With Donald Trump remaining consistent in his rhetoric about his desire to have better and more cooperative relations with Russia whilst continuing his verbal attacks on Iran, many have suspected that Russia, a strategic Iranian ally, might adopt the role of mediator in the dispute.
Recently, Sergei Lavrov corrected Trump in stating that Iran cannot be honestly described as a primary exporter of terrorism and that furthermore, Iran has played a crucial role in Syria in fighting ISIS. This is of course, true.
Now, Russia’s ambassador to the United Nations, Vitaly Churkin has echoed the words of Russia’s Foreign Minister in saying that there are substantial difference between the US and Russian view on Iran.
Speaking about the frivolous US claims that Iran’s recent test of a ballistic missile on its own territory violated a resolution passed by the UN Security Council, Churkin said,
“This outcry about Iran’s ballistic missile launches. I was surprised to hear even American experts speaking on CNN and calling it a violation of bans by the UN Security Council. Those bans were there before, all those bans were lifted”.
He also admonished the US to re-think its policies towards countries like Iran in the following way,
“In international life, you have to differentiate between your emotions, what you want to see and what you have the right to expect from another country”.
I have never felt and still do not feel that the Trump administration will launch away against Iran. Instead the conflict will manifest itself through a combination of renewed sanctions, heated words, a possible pulling out of Obama’s Iran Deal and the continued proxy war against pro-Iranian forces in Iraq.
But be that as it may, Russia is clearly displeased with America’s downright childish rhetoric about Iran and also about policing the South China Sea.
In this sense, America having good relations with Russia could not only avert a war between nuclear superpowers, it could also help to bring calm to the Middle Eat.
Trump Ready to Approve Blocked Arms Sales to Saudi Arabia and Bahrain
The administration of US President Donald Trump is poised to approve major weapons transfers to Saudi Arabia and Bahrain, which were previously blocked over concerns about human rights, according to a report.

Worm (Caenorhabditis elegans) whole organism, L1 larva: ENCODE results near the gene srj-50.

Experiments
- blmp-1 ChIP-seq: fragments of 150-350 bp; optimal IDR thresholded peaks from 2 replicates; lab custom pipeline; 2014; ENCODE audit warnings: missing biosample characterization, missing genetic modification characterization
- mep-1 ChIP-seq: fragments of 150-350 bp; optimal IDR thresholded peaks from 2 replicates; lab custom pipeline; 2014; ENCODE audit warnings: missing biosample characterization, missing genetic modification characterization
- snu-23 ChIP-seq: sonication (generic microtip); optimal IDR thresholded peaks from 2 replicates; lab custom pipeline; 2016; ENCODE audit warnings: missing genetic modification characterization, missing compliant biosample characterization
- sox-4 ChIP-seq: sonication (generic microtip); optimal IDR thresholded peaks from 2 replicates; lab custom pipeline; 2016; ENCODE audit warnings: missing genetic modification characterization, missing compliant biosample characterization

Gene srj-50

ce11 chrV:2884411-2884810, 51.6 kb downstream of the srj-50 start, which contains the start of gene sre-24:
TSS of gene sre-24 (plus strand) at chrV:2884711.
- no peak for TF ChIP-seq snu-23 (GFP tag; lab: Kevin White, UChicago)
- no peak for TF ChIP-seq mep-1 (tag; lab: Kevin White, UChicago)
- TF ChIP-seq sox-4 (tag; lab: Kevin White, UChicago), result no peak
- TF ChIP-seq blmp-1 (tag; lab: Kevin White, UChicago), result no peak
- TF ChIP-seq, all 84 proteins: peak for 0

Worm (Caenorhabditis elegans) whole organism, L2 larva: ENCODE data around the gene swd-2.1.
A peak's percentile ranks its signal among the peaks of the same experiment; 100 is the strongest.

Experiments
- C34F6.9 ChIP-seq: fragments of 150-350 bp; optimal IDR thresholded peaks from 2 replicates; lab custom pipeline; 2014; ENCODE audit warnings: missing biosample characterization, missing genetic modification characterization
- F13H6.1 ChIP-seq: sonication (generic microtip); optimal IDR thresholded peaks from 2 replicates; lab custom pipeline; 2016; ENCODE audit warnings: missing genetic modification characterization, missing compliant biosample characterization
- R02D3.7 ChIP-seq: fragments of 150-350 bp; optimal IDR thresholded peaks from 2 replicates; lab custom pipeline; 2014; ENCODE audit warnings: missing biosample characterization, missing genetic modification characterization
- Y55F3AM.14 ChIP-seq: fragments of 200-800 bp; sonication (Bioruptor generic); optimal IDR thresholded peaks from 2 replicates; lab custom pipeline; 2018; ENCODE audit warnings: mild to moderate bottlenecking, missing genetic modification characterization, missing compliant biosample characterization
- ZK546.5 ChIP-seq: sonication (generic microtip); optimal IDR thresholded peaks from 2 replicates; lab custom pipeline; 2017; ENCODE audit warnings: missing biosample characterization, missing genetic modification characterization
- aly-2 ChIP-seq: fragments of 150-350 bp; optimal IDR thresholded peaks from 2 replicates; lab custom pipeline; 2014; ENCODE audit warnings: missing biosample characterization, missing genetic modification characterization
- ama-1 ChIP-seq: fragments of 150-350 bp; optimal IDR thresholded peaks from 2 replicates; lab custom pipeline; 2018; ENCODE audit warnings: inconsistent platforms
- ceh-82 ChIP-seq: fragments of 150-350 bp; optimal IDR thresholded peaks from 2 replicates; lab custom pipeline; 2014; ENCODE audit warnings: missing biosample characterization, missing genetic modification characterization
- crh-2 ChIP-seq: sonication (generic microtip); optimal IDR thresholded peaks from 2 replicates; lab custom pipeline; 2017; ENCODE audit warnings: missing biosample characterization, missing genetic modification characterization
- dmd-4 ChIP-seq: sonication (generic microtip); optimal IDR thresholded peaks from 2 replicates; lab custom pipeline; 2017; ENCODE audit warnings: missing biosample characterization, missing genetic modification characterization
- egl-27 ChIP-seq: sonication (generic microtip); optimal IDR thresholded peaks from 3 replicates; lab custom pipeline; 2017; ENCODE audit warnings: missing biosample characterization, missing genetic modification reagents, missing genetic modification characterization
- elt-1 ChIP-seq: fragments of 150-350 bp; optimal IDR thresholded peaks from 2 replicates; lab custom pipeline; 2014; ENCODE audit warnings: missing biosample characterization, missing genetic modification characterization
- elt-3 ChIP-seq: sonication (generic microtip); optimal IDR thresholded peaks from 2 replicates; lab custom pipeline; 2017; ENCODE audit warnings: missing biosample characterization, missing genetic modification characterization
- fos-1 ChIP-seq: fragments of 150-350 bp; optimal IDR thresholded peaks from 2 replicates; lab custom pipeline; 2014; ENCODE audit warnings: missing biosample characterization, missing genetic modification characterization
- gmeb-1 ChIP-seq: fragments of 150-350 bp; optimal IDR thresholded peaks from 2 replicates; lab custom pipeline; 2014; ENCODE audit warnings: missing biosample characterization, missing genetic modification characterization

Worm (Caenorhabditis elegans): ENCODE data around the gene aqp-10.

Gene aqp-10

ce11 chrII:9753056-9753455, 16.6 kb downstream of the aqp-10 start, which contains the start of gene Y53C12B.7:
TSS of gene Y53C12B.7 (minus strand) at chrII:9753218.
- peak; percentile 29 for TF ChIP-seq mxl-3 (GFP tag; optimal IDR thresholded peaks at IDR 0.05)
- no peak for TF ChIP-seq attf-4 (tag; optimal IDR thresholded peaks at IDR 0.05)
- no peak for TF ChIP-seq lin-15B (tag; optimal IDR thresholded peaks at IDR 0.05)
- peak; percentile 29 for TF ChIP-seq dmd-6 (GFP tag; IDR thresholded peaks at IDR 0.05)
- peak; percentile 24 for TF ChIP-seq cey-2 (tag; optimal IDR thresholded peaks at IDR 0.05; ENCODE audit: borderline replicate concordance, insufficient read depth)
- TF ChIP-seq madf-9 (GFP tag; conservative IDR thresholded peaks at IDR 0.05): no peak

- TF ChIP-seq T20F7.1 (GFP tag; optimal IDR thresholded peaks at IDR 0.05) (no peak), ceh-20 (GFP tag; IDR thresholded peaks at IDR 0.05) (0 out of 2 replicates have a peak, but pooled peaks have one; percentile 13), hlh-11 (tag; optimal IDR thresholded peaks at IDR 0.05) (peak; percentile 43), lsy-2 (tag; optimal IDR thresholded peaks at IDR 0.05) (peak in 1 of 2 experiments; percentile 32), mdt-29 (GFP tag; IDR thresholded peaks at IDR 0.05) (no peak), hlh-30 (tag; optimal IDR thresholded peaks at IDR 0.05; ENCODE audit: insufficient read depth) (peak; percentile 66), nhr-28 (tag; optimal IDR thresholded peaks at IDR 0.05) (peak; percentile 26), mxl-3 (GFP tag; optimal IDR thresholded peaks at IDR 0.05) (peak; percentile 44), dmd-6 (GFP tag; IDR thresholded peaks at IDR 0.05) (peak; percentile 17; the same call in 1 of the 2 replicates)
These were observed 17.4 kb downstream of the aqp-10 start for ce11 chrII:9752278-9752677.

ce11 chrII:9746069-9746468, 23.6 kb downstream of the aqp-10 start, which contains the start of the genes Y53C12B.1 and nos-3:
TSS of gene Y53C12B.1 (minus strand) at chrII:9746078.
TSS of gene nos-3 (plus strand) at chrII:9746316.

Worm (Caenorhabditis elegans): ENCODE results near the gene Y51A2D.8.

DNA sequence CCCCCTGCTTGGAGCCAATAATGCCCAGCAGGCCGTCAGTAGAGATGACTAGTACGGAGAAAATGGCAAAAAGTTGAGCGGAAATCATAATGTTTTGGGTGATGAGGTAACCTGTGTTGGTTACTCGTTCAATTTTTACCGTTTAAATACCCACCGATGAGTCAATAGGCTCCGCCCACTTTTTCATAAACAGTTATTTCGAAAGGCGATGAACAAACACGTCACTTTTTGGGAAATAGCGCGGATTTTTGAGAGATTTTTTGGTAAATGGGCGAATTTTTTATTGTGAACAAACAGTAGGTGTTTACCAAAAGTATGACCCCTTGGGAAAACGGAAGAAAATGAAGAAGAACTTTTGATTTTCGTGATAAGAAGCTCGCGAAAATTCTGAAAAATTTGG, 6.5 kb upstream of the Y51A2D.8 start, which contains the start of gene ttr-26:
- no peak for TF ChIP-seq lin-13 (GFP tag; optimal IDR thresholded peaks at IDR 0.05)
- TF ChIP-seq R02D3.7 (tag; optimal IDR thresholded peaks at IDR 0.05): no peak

A package of precision-guided missile technology for Saudi Arabia, valued around $300 million, and a $4 billion deal to provide F-16 fighter jets to Bahrain are now ready for clearance from the White House, a US official involved in the transfers told The Washington Times.
During his final months in office, former president Barack Obama had blocked the transfer of precision munitions to Riyadh because of the outcry over large-scale civilian casualties resulting from Saudi airstrikes in Yemen.
The Pentagon has been providing logistics and surveillance support to Saudi Arabia in its military aggression against Yemen, the kingdom’s impoverished southern neighbor, which has killed at least 11,400 civilians since its onset in March 2015, according to a latest tally by a Yemeni monitoring group.
The Obama administration also notified Congress that it would not complete approval for Bahrain to buy as many as 19 F-16 fighter jets from Lockheed Martin Corp. until the kingdom could demonstrate progress on human rights.
The US already uses Bahrain as a base of operations for the US Navy in the Persian Gulf. Since 2011, the overwhelming majority of the people of Bahrain took to the streets to demand political reform. The regime, backed by Saudi Arabia, then launched a crackdown on the peaceful opposition that included conducting thousands of arrests and systematic torture.
The arms packages, if approved, would underscore the priorities of the new administration.
“These are significant sales for key allies in the [Persian] Gulf who are facing the threat from Iran and who can contribute to the fight against [Daesh],” the official who spoke with The Times said on condition of anonymity.
“Whereas the Obama administration held back on these, they’re now in the new administration’s court for a decision — and I would anticipate the decision will be to move forward.”
However, the White House will face opposition in Congress where Democrats and a number of Republicans have called for restrictions on sales of weapons to the two monarchies, in particular to Saudi Arabia which has been pounding Yemen since March 2015.
In August, 64 House members signed a letter calling on Obama to delay the sale of cluster munitions to the kingdom, and in September, a bipartisan group of US senators introduced a resolution to block a multi-billion dollar sale of battle tanks and other military equipment to the Saudi regime.
The Obama administration ultimately approved the deal on tanks transfer. However, the former president did not give the final go-ahead to the now-pending package of precision-guided weapons technology.
However, the US official told The Times that the Trump administration was now poised to embrace the deal. “If they’re going to drop stuff, it should be precision-guided rather than dumb.”
Saudi Arabia has purchased billions of dollars worth of American warplanes and other weaponry that it is using in its military campaign in Yemen.
The military aggression has destroyed much of Yemen’s infrastructure. It has also claimed the lives of over 11,400 Yemenis, including women and children, according to the latest tally by a Yemeni monitoring group.
*(President Donald Trump has lunch with troops while visiting U.S. Central Command and U.S. Special Operations Command at MacDill, AFB, FL, Feb. 6, 2017. Image Credit: D. Myles Cullen/ flickr).